* These facts appear to lead to the following conclusions ::

• Vinous and spirituous liquors introduced into the stomach of a living animal, have a direct tendency to stimulate the fibre and increase its cohesion. When these liquors are diluted to a certain degree, the increase of activity and of tone which they impart are such as can be sustained without injury. But when ardent spirit is given in considerable quantity to a young animal, it violently inflames the fibres of the stomach, and it would appear that the spirit does not possess the power of communicating an increase of cohesion to a part which is highly inflamed.'

We have ventured upon this long extract from our ingenious Author, as we conceive that it comprises a great deal that is of practical importance, mingled and tinctured as it appears to us with somewhat of an erroneous theory.

With respect to wine determining from the centre to the

surface of the body, and in this manner conspiring with the efforts of nature to throw off what is injurious to the pores of the skin, we would ask whether this therapeutical hypothesis is not grounded too much upon the antiquated notions of a materies morbi floating about in the system, which it is the object of medicinal agency to dislodge? And even assuming the possibility of accomplishing this object, would not the effect be more surely produced by such substances as are more regularly and certainly sudorific, than by wine; which, notwithstanding its universality of relaxing agency upon the skin of a dead animal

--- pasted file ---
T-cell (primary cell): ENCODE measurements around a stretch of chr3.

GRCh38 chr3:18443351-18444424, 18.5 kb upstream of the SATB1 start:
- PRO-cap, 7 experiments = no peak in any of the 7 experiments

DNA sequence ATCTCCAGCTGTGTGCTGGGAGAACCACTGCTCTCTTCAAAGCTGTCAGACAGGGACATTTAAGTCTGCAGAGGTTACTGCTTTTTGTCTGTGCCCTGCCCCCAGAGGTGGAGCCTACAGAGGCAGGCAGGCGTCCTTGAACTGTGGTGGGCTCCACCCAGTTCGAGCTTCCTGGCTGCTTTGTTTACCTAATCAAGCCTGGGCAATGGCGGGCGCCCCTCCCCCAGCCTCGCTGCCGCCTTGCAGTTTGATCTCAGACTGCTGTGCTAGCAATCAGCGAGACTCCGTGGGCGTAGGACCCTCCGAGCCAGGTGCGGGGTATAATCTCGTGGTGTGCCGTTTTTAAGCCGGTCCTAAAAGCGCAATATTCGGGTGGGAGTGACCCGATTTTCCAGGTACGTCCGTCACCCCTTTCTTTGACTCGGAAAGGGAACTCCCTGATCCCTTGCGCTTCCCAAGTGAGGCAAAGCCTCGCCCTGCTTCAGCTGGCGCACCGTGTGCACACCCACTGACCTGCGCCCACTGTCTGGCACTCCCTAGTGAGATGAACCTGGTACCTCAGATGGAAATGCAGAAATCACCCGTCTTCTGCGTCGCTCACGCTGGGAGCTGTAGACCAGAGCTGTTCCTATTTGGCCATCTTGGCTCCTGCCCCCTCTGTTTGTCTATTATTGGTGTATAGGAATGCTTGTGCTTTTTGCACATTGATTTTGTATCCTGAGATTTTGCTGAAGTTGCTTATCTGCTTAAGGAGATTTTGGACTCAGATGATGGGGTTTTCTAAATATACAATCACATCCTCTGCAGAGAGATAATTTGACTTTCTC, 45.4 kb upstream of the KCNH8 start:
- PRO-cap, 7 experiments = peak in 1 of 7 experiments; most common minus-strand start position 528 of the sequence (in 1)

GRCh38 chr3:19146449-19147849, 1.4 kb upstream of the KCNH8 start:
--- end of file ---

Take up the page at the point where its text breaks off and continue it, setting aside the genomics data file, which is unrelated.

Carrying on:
, is far from invariably producing this effect upon the surface of the living body?

Again, Dr. Crawford, while in point of fact, he very justly infers the injurious quality of wine as a common beverage, argues upon the quo modo of such injury, in what seems to our comprehension an erroneous manner. That wine has a tendency to increase the phlogistic diathesis, and is therefore generally mischievous in its daily and habitual use, we readily admit with our Author; but when he infers its noxious infuence from its running into acetous fermentation, and thereby producing vinegar, which vinegar 5 diminishes the cohe“sion of the stomach, &c. we think his pathology, as before hinted, rather too much imbued with merely chemical notions.